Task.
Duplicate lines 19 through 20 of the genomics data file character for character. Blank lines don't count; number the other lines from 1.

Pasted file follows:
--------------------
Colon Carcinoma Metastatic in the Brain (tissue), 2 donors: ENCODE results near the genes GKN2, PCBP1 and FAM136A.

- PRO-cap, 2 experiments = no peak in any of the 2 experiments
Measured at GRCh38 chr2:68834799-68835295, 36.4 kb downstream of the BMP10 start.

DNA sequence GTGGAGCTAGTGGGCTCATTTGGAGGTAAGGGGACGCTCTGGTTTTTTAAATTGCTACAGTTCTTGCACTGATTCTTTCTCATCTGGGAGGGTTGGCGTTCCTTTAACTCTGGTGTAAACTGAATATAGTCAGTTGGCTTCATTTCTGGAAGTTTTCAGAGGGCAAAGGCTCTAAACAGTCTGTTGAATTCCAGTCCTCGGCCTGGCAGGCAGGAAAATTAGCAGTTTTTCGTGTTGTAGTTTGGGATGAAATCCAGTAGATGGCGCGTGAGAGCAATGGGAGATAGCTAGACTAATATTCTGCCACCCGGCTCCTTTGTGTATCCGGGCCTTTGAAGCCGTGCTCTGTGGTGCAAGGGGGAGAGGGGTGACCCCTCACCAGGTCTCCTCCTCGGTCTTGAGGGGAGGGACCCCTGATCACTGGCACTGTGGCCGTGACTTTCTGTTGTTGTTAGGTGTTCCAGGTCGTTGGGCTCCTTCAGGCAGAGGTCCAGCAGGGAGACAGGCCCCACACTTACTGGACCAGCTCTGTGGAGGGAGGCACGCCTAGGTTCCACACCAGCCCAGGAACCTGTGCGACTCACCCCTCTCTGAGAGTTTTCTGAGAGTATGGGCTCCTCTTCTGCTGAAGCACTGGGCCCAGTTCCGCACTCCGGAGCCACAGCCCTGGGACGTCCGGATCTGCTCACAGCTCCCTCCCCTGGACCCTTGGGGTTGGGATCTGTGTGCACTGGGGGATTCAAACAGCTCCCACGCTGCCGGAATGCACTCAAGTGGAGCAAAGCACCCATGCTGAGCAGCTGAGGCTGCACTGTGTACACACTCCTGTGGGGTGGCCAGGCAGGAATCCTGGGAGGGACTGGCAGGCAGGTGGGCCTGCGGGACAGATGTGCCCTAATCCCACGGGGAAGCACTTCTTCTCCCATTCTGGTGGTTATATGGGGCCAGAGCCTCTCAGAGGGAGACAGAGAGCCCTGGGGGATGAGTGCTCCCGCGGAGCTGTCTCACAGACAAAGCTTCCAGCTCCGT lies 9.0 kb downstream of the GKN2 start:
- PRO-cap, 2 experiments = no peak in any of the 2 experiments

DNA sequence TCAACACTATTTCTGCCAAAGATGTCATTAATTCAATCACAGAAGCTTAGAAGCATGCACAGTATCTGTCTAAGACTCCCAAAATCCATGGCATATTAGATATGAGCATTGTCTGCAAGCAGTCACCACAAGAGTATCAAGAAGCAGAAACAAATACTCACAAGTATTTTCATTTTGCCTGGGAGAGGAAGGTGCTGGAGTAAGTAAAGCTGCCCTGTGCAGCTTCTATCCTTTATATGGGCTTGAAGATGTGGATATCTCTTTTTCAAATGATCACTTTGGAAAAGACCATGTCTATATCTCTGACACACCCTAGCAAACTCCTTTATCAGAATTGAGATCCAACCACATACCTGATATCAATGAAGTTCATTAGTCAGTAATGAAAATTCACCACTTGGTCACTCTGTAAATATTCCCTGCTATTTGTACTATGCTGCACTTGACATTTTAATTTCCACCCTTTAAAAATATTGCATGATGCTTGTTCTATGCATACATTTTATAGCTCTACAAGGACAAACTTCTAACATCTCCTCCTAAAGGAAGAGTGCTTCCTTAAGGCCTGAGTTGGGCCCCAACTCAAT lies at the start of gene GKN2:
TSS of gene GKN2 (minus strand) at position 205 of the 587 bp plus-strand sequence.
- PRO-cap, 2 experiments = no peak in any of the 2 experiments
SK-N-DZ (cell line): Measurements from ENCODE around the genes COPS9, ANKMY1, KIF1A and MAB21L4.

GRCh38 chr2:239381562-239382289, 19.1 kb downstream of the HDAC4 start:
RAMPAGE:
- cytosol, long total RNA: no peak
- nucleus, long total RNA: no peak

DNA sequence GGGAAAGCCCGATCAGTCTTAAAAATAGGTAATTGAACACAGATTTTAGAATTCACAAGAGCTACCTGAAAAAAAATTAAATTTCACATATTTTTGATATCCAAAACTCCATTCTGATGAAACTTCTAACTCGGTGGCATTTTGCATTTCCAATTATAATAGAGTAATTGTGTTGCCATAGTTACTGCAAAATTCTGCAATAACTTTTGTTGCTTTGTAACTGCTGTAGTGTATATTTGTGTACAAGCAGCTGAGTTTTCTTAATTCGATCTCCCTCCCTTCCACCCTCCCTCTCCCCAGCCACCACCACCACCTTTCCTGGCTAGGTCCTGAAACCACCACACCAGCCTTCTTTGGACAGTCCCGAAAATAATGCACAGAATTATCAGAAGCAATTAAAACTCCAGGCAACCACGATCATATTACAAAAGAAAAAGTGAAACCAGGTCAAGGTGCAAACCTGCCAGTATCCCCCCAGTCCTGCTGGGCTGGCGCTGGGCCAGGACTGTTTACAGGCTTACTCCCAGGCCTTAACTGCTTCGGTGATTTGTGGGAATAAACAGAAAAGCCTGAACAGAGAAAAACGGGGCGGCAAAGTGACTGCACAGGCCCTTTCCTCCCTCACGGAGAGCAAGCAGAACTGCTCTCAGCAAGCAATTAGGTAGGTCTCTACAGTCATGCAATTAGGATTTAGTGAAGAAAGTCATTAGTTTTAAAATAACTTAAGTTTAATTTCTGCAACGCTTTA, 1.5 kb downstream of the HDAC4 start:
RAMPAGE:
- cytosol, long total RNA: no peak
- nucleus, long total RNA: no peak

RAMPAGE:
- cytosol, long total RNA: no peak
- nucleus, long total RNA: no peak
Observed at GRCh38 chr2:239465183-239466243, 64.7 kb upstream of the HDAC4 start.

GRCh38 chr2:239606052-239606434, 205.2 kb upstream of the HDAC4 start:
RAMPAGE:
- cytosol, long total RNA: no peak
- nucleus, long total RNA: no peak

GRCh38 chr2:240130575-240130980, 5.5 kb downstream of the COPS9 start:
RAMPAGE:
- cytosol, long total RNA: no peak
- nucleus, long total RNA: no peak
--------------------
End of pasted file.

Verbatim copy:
- cytosol, long total RNA: no peak
- nucleus, long total RNA: no peak